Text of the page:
Just like death and taxes, one thing is certain about screeners and sifters:
Some of their internal components won’t last forever.
The key is paying attention to your equipment and understanding which parts are more likely to need replacing. Some can easily be ordered and replaced without issue, while others may take longer to find and could result in a much bigger problem, like a production shutdown, if they can’t be replaced in a timely fashion.
According to a Deloitte report on maintenance and reliability in the manufacturing industry, poor maintenance practices reduce a plant’s production capacity by 5-20%, The report also cited unplanned downtime, which is often a result of poor maintenance, as costing industrial manufacturers a staggering $50 billion every year.
To speed up repairs and minimize downtime, here are four critical parts you should keep on hand:
- Screens Screens used for sifting or separating chemicals, pharmaceuticals, foods, minerals and other powders and granules take a lot of abuse. While designed to handle a wide range of materials (even corrosive types), screen fatigue from repeated use is the number one reason for screen failure. Rapid and repeated flexing of screen mesh and buildup of material around the screen’s outside edges often lead to screen fatigue.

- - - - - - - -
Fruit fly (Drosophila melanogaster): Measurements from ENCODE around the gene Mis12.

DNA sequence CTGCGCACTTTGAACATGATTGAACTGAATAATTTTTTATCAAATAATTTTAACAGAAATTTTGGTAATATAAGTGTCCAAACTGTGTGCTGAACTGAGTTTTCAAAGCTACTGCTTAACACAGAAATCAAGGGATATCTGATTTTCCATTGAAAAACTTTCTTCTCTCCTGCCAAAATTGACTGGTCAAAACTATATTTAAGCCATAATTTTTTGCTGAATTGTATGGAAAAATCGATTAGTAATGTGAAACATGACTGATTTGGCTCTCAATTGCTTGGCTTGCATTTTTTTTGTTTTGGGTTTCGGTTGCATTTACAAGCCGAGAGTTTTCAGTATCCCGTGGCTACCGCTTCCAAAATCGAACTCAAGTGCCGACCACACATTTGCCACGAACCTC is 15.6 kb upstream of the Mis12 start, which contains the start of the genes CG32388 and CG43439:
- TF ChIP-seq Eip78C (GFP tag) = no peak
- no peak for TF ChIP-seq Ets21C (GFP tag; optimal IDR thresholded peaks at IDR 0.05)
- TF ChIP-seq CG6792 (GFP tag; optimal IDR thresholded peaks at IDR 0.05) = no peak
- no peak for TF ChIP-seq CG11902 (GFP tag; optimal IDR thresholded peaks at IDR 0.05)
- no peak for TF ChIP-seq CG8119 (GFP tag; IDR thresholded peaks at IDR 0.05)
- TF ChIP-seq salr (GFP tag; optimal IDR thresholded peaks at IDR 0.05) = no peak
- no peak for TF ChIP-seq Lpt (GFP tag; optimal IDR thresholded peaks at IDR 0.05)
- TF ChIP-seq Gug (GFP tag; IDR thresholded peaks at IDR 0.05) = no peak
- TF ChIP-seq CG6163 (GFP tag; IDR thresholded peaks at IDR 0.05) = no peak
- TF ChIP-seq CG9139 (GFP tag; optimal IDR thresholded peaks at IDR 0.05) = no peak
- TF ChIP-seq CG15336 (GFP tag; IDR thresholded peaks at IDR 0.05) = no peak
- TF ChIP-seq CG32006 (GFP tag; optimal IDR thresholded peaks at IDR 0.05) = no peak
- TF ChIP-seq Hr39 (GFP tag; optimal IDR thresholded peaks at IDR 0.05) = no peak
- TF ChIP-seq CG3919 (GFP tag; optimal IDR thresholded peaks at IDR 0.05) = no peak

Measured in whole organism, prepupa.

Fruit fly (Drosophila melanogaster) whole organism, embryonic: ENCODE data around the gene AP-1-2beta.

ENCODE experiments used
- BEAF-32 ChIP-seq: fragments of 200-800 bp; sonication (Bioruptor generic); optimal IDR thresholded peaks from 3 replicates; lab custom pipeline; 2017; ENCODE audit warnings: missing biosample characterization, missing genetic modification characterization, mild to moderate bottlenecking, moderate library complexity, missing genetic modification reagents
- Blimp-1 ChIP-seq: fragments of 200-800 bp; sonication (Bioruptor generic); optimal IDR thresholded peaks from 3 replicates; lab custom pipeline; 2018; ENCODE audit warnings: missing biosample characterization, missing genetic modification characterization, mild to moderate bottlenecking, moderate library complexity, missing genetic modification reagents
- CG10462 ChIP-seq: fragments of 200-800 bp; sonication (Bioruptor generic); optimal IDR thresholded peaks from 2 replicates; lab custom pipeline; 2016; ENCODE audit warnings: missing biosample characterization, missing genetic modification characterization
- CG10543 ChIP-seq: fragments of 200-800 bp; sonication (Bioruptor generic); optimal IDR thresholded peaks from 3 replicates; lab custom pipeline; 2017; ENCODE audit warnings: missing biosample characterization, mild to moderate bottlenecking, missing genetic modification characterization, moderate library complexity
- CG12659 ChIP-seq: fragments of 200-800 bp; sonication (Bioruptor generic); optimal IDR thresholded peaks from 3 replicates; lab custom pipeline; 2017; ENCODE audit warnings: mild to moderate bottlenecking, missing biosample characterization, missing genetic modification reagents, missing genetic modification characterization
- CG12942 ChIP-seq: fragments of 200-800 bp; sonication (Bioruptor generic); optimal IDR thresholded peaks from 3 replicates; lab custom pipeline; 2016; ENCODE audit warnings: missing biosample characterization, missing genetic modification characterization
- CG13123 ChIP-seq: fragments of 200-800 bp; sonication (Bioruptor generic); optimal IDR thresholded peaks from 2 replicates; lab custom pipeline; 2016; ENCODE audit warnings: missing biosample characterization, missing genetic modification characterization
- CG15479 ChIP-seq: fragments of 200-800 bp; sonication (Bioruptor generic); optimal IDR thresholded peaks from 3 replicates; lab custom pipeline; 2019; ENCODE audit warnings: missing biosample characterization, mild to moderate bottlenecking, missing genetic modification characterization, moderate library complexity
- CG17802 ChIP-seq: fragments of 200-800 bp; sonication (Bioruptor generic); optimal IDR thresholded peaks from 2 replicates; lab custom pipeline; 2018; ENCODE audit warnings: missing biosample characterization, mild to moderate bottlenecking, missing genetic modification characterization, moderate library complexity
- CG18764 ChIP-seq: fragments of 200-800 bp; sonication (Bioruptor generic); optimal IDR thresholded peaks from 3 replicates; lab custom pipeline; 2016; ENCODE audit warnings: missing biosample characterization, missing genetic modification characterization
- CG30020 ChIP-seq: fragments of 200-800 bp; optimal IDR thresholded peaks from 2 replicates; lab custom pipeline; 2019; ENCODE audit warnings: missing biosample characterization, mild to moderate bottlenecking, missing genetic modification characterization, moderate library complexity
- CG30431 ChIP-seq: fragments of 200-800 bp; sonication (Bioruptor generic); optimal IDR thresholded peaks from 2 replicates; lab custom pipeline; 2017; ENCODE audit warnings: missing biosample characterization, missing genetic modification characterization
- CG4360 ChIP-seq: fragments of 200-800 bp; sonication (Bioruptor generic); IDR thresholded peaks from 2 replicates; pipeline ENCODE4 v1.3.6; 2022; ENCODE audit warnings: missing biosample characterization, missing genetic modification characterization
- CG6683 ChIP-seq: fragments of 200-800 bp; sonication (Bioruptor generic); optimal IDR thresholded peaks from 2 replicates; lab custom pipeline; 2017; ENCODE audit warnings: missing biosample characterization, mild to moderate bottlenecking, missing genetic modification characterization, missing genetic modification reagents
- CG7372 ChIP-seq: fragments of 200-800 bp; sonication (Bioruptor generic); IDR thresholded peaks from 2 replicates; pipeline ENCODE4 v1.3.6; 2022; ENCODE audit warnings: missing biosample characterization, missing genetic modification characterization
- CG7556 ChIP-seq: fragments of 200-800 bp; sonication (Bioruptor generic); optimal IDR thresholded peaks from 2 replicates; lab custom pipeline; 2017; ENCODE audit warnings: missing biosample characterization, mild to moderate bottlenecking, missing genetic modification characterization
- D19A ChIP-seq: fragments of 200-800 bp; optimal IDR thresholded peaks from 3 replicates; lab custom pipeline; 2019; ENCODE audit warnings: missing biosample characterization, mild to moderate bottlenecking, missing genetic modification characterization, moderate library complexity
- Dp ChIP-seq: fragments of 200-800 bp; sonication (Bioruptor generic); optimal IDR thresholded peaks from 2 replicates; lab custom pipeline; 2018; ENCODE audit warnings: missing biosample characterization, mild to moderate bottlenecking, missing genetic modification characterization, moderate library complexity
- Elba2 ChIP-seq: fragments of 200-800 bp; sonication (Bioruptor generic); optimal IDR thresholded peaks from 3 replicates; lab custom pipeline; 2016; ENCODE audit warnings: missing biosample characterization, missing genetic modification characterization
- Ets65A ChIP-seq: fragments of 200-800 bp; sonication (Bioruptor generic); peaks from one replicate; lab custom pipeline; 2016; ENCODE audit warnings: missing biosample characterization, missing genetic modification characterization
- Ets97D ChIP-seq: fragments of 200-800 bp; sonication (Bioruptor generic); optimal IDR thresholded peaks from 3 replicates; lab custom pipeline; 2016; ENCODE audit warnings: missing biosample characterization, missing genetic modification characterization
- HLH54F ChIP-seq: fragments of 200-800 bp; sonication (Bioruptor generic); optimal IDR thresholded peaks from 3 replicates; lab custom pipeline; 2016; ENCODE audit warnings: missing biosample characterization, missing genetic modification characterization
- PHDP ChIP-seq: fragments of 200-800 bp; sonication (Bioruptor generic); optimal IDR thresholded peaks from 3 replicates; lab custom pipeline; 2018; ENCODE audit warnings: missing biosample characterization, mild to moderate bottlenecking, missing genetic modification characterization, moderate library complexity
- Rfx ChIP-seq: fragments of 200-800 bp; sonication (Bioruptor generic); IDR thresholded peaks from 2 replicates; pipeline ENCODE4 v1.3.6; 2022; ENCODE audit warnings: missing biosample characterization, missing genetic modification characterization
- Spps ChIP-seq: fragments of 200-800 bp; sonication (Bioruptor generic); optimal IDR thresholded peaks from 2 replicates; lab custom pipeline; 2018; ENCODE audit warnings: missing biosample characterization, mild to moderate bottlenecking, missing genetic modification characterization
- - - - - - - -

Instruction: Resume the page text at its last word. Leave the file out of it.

- Bearings Based on some accounts, bearing wear and tear is responsible for up to 60% of equipment breakdowns. This is why it is absolutely critical to keep replacements in stock. As a wearable part, there are many reasons why a bearing may fail. The culprits include poor design, quality, storage and handling, installation/alignment, and too little or too much lubrication.
- Motors If you’ve ever encountered motor failure, you’d know the losses that your operation can incur pales in comparison to the cost of keeping a few extras on standby. Power quality, excessive loads, misalignment with the motor drive shaft and bearing wear are some of the issues that can cause a motor to burn out and fail prematurely, which can bring production to its knees.
- Gearboxes Gearboxes typically fail due to under or over lubrication, using the wrong lubricant and contamination. Gear misalignment and overloading are other problems that can speed up wear and tear. If you want a good insurance policy against a potential shutdown, you’ll want to add a few backup gearboxes to your parts inventory.
By keeping replacements for these four parts, you can keep small issues from turning into bigger and more expensive problems. If you can quickly access these parts, you’ll be in a great position to keep your equipment performing as intended. If not, then you’ll be counting the lost production hours – and dollars – until you can find and purchase its replacement, and get it shipped and installed.
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